This interest has to do with me being Romanian. I couldn’t understand my family’s past and stories without knowing the context of these past and stories. For example, I couldn’t understand why years after communism fell, my grandma still stuffed the fridge with food even through we had supermarkets around. And besides these kind of many more other examples, I also wanted to put my few childhood memories in context.

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Man on Wire (2008)

Rating: ★★★★¾ 

Man on Wire is a story about the courage to take risks and do something unique that defies any common acceptance. It’s the story of Philippe Petit, a French high-wire artist who transformed fear and risk into challenge and in 1974 he danced on a wire tied between the two World Trade Center Towers, 417 meters (1368ft) high from the ground.

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Manufactured Landscapes (2006, directed by Jeniffer Baichwal)

I don’t think anyone can have the vaguest idea of the scale, extent and impact of industrialization on the Earth, until they see Edward Burtynsky’s photos and this amazing documentary. In Manufactured Landscapes, large scale changes of the environment have a bitter beauty and it’s something of their massiveness that’s necessary to perceive in order to get it. Get what? Get a mind image of what we talk about when we talk about over-consumption, overly-populated cities, about way too cheap labor force and about the price of being an ‘individual consumer’.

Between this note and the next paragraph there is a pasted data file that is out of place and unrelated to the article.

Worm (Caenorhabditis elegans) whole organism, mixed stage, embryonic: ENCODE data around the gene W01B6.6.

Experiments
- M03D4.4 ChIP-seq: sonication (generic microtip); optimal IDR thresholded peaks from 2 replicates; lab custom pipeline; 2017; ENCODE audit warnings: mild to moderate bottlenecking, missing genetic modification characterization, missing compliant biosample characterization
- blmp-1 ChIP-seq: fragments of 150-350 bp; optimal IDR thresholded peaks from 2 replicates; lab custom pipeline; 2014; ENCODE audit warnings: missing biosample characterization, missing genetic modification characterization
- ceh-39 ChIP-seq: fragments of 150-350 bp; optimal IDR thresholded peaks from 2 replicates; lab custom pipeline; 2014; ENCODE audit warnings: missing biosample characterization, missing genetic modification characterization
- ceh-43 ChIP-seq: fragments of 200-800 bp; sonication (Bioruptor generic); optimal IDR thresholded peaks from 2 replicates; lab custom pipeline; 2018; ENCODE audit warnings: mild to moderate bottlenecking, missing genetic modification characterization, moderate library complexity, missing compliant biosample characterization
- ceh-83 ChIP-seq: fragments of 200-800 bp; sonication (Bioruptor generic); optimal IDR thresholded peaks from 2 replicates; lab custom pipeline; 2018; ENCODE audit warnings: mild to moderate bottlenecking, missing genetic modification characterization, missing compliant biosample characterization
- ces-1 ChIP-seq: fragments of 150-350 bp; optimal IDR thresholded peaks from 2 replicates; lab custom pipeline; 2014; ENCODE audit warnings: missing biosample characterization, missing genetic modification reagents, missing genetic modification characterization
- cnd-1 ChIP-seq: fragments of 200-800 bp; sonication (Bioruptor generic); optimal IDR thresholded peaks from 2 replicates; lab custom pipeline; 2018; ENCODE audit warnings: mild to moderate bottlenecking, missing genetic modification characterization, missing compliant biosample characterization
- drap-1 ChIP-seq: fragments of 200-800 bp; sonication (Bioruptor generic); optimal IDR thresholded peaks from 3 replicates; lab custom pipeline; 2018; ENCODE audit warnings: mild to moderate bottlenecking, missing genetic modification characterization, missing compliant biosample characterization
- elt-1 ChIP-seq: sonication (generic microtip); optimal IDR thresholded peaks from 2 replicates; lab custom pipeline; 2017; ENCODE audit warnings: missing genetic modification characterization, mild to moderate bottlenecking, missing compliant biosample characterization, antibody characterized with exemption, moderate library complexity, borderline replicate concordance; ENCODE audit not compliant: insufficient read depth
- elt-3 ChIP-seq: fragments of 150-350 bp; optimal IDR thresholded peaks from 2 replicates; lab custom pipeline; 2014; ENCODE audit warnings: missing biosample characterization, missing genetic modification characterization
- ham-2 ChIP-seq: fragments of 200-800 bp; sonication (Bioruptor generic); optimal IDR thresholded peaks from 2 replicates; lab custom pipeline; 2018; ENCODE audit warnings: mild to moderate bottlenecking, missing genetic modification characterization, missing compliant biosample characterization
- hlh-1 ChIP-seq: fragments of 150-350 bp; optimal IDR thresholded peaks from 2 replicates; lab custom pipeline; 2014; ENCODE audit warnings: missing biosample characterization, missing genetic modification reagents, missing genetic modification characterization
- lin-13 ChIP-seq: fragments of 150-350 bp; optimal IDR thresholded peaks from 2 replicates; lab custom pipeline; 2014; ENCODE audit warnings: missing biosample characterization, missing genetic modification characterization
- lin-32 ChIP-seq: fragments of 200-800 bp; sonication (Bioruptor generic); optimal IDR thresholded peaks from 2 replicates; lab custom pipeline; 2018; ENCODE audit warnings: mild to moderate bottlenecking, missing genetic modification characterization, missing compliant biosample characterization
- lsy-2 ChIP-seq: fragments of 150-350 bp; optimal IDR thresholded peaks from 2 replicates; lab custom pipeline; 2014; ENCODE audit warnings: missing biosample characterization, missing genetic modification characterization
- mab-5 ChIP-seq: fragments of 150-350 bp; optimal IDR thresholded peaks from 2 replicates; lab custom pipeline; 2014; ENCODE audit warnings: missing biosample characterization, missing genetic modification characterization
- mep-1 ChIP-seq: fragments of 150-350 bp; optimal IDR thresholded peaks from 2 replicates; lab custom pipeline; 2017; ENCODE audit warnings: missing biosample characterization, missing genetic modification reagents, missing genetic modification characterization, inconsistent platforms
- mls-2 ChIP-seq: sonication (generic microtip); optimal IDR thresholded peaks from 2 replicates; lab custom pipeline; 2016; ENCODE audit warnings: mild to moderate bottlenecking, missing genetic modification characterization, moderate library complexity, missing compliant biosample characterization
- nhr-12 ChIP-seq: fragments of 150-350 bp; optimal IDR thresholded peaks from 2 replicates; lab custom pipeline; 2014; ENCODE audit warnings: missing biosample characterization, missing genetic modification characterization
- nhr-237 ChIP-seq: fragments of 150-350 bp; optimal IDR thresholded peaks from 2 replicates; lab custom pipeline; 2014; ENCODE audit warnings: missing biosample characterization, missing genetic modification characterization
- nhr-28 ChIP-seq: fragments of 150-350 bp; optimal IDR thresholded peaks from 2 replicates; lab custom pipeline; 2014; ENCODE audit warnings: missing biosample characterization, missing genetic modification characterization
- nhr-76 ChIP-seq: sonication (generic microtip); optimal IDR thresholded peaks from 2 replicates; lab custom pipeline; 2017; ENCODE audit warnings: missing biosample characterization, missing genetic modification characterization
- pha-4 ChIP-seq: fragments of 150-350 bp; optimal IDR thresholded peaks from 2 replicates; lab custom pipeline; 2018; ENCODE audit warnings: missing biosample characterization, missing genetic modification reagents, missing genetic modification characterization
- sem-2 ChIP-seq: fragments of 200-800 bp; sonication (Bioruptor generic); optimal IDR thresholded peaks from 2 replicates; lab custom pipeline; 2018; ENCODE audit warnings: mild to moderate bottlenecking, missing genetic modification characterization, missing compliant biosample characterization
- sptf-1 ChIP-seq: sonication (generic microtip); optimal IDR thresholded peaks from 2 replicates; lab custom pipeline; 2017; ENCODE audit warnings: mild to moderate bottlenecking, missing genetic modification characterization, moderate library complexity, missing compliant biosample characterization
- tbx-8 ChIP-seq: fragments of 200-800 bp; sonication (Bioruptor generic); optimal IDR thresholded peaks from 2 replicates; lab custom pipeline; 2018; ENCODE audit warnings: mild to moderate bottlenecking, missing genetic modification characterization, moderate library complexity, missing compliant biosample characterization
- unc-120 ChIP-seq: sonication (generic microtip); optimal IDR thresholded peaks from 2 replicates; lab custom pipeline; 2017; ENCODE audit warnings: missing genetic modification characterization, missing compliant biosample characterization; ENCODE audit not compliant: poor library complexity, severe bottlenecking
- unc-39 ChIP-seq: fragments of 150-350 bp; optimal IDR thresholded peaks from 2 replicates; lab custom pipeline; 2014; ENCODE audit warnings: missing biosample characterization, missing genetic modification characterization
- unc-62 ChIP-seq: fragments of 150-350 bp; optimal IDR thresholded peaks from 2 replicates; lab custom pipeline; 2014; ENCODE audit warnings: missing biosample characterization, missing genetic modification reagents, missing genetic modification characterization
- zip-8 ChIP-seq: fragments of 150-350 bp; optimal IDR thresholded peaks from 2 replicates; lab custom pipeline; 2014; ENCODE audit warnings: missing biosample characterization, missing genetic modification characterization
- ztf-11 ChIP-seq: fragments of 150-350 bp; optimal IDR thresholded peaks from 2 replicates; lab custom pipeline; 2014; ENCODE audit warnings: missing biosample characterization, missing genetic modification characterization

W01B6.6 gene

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Episode III – Enjoy Poverty (2009)

Rating: ★★★★★ 

Enjoy Poverty is a documentary filmed in the Democratic Republic of Congo by Dutch artist Renzo Martens.

The film shows how poverty is probably the most important ‘natural’ resource in Congo, as development aid brings in the country more money (1.9 billion US dollars) than the exploitation of natural resources such as copper and diamonds. But that’s not all, the film shows that the ones benefiting from this poverty in Congo are not the poor. Their situation stays the same year after year. The ones benefiting are the photographers paid to take pictures of starving children and the ‘corporate’ humanitarian organizations and also the rich people who are being paid high salaries to stop poverty. In the end it is no one’s interest to really eradicate poverty.